**** ROTATE **** **** ROTATE **** **** ROTATE **** **** ROTATE ****

Find this Story

Print, a form you can hold

Wireless download to your Amazon Kindle

Look for a summary or analysis of this Story.

Enjoy this? Share it!


by [?]

Let me apply all this to Oxford. Among the four functions commonly recognized by the founders of universities, which are–1st, to find a set of halls or places of meeting; 2d, to find the implements and accessaries of study; 3d, to secure the succession of teachers and learners; 4th, to secure the profitable application of their attainments to the public service. Of these four, the two highest need no buildings; and the other two, which are mere collateral functions of convenience, need only a small one. Wherefore, then, and to what end, are the vast systems of building, the palaces and towers of Oxford? These are either altogether superfluous, mere badges of ostentation and luxurious wealth, or they point to some fifth function not so much as contemplated by other universities, and, at present, absolutely and chimerically beyond their means of attainment. Formerly we used to hear attacks upon the Oxford discipline as fitted to the true intellectual purposes of a modern education. Those attacks, weak and most uninstructed in facts, false as to all that they challenged, and puerile as to what implicitly they propounded for homage, are silent. But, of late, the battery has been pointed against the Oxford discipline in its moral aspects, as fitted for the government and restraint of young men, or even as at all contemplating any such control. The Beverleys would have us suppose, not only that the great body of the students are a licentious crew, acknowledging no discipline or restraints, but that the grave elders of the university, and those who wield the nominal authority of the place, passively resign the very shows of power, and connive at general excesses, even when they do not absolutely authorize them in their personal examples. Now, when such representations are made, to what standard of a just discipline is it that these writers would be understood as appealing? Is it to some ideal, or to some existing and known reality? Would they have England suppose that they are here comparing the actual Oxford with some possible hypothetic or imaginable Oxford,–with some ideal case, that is to say, about which great discussions would arise as to its feasibility,–or that they are comparing it with some known standard of discipline actually realized and sustained for generations, in Leipsic, suppose, or Edinburgh, or Leyden, or Salamanca? This is the question of questions, to which we may demand an answer; and, according to that answer, observe the dilemma into which these furciferous knaves must drop. If they are comparing Oxford simply with some ideal and better Oxford, in some ideal and better world, in that case all they have said–waiving its falsehoods of fact–is no more than a flourish of rhetoric, and the whole discussion may be referred to the shadowy combats of scholastic declamation-mongers–those mock gladiators, and umbratiles doctores. But if, on the other hand, they pretend to take their station upon the known basis of some existing institution,– if they will pretend that, in this impeachment of Oxford, they are proceeding upon a silent comparison with Edinburgh, Glasgow, Jena, Leipsic, Padua, etc.,–then are they self-exposed, as men not only without truth, but without shame. For now comes in, as a sudden revelation, and as a sort of deus ex machina, for the vindication of the truth, the simple answer to that question proposed above, Wherefore, and to what end, are the vast edifices of Oxford? A university, as universities are in general, needs not, I have shown, to be a visible body–a building raised with hands. Wherefore, then, is the visible Oxford? To what fifth end, refining upon the ordinary ends of such institutions, is the far-stretching system of Oxford hospitia, or monastic hotels, directed by their founders, or applied by their present possessors? Hearken, reader, to the answer:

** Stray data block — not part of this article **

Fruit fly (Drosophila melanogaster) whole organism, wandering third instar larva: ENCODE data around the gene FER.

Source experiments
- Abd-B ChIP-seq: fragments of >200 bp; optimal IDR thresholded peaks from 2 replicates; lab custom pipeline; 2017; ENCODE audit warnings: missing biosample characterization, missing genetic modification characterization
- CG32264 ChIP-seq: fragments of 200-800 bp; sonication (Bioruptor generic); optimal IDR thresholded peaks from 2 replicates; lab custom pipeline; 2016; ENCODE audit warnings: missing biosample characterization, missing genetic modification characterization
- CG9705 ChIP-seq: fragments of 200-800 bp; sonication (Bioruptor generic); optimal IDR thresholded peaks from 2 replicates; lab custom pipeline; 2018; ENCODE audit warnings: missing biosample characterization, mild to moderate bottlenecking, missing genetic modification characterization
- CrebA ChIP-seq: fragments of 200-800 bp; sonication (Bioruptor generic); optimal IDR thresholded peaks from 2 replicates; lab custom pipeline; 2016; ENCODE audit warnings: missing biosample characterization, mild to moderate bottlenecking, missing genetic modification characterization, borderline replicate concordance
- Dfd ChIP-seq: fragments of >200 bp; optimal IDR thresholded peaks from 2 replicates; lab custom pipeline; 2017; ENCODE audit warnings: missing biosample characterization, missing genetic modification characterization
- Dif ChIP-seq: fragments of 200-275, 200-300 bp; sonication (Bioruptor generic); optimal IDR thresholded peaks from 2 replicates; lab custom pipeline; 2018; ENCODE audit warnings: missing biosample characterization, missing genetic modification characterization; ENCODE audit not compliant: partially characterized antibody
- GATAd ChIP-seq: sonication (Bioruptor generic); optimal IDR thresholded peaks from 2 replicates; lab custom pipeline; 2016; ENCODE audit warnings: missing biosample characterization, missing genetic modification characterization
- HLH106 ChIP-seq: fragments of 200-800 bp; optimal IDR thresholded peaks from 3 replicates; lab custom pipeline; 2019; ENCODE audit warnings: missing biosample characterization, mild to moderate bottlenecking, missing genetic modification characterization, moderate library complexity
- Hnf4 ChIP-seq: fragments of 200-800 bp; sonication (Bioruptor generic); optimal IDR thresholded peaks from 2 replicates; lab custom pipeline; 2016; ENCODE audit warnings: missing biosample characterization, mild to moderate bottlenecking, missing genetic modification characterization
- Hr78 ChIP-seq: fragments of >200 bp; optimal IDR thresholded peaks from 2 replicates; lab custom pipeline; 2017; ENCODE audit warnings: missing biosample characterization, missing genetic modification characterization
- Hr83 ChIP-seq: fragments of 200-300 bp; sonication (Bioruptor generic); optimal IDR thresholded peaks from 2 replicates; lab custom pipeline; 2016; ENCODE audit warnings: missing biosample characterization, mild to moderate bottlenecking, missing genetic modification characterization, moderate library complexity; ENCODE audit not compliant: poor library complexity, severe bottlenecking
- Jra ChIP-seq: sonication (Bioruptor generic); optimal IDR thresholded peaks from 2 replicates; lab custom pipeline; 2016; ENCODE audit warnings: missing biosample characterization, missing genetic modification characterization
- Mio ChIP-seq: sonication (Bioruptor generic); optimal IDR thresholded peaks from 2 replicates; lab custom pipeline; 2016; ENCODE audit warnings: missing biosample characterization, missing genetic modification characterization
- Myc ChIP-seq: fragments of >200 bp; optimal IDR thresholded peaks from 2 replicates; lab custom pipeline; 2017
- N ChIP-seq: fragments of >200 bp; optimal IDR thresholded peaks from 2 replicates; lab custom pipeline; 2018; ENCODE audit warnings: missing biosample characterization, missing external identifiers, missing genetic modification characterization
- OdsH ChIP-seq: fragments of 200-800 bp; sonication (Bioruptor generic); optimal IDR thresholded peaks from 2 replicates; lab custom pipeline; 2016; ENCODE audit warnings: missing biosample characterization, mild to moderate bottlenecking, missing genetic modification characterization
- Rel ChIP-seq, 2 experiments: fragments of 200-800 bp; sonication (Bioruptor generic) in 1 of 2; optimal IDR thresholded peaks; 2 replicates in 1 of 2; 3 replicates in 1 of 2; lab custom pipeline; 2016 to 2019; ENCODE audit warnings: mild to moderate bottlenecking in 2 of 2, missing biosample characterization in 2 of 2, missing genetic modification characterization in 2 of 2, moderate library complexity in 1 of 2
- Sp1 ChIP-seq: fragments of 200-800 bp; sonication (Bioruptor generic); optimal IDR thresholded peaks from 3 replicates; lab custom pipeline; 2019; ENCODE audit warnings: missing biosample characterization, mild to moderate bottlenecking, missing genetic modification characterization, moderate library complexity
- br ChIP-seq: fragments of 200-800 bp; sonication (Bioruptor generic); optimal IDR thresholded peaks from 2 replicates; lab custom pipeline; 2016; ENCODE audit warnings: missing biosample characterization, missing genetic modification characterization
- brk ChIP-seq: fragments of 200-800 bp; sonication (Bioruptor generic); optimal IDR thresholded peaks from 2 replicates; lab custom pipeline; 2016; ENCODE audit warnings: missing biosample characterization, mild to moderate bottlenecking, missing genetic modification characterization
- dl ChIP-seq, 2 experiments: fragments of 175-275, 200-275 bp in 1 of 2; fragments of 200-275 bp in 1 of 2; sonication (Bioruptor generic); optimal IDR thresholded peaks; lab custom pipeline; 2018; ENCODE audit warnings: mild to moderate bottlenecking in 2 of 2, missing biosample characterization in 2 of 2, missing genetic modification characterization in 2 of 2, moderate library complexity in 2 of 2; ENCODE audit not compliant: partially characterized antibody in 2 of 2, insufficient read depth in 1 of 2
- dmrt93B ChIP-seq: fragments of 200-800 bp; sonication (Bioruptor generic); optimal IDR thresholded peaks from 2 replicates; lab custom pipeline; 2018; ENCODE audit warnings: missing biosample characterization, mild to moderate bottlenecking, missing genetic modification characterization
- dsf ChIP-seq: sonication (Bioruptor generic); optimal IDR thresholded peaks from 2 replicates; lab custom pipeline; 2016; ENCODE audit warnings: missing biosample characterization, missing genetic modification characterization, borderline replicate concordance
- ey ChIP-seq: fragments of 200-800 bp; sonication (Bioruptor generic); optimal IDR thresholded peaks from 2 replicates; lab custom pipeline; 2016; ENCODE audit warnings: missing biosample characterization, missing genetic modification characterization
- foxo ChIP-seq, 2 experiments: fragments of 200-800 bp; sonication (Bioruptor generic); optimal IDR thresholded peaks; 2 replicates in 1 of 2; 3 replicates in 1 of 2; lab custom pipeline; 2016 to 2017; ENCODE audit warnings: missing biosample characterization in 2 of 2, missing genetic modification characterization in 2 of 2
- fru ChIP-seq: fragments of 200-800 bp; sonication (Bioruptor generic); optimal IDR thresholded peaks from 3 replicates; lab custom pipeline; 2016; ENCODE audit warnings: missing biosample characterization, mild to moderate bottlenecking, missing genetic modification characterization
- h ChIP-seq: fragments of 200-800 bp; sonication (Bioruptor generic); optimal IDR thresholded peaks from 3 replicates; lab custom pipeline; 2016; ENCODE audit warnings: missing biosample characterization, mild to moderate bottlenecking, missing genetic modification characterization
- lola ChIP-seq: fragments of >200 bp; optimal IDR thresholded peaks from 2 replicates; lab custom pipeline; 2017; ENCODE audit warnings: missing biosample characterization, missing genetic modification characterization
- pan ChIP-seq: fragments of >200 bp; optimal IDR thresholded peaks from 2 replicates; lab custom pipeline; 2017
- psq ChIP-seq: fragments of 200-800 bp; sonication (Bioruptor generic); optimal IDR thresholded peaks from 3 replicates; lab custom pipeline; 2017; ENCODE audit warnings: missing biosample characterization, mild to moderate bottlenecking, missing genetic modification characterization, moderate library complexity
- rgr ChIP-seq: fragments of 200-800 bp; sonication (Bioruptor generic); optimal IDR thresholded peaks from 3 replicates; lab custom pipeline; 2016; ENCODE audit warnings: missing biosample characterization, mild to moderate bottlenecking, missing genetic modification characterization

These vast piles are applied to an end, absolutely indispensable to any even tolerable system of discipline, and yet absolutely unattainable upon any commensurate scale in any other university of Europe. They are applied to the personal settlement and domestication of the students within the gates and walls of that college to whose discipline they are amenable. Everywhere else the young men live where they please and as they please; necessarily distributed amongst the towns- people; in any case, therefore, liable to no control or supervision whatever; and in those cases where the university forms but a small part of a vast capital city, as it does in Paris, Edinburgh, Madrid, Vienna, Berlin, and Petersburg, liable to every mode of positive temptation and distraction, which besiege human life in high-viced and luxurious communities. Here, therefore, it is a mockery to talk of discipline; of a nonentity there can be no qualities; and we need not ask for the description of the discipline in situations where discipline there can be none. One slight anomaly I have heard of as varying pro tanto the uniform features of this picture. In Glasgow I have heard of an arrangement by which young academicians are placed in the family of a professor. Here, as members of a private household, and that household under the presiding eye of a conscientious, paternal, and judicious scholar, doubtless they would enjoy as absolute a shelter from peril and worldly contagion as parents could wish; but not more absolute, I affirm, than belongs, unavoidably, to the monastic seclusion of an Oxford college–the gates of which open to no egress after nine o’clock at night, nor after eleven to any ingress which is not regularly reported to a proper officer of the establishment. The two forms of restraint are, as respects the effectual amount of control, equal; and were they equally diffused, Glasgow and Oxford would, in this point, stand upon the same level of discipline. But it happens that the Glasgow case was a personal accident; personal, both as regarded him who volunteered the exercise of this control, and those who volunteered to appropriate its benefits; whereas the Oxford case belongs to the very system, is coextensive with the body of undergraduates, and, from the very arrangement of Oxford life, is liable to no decay or intermission.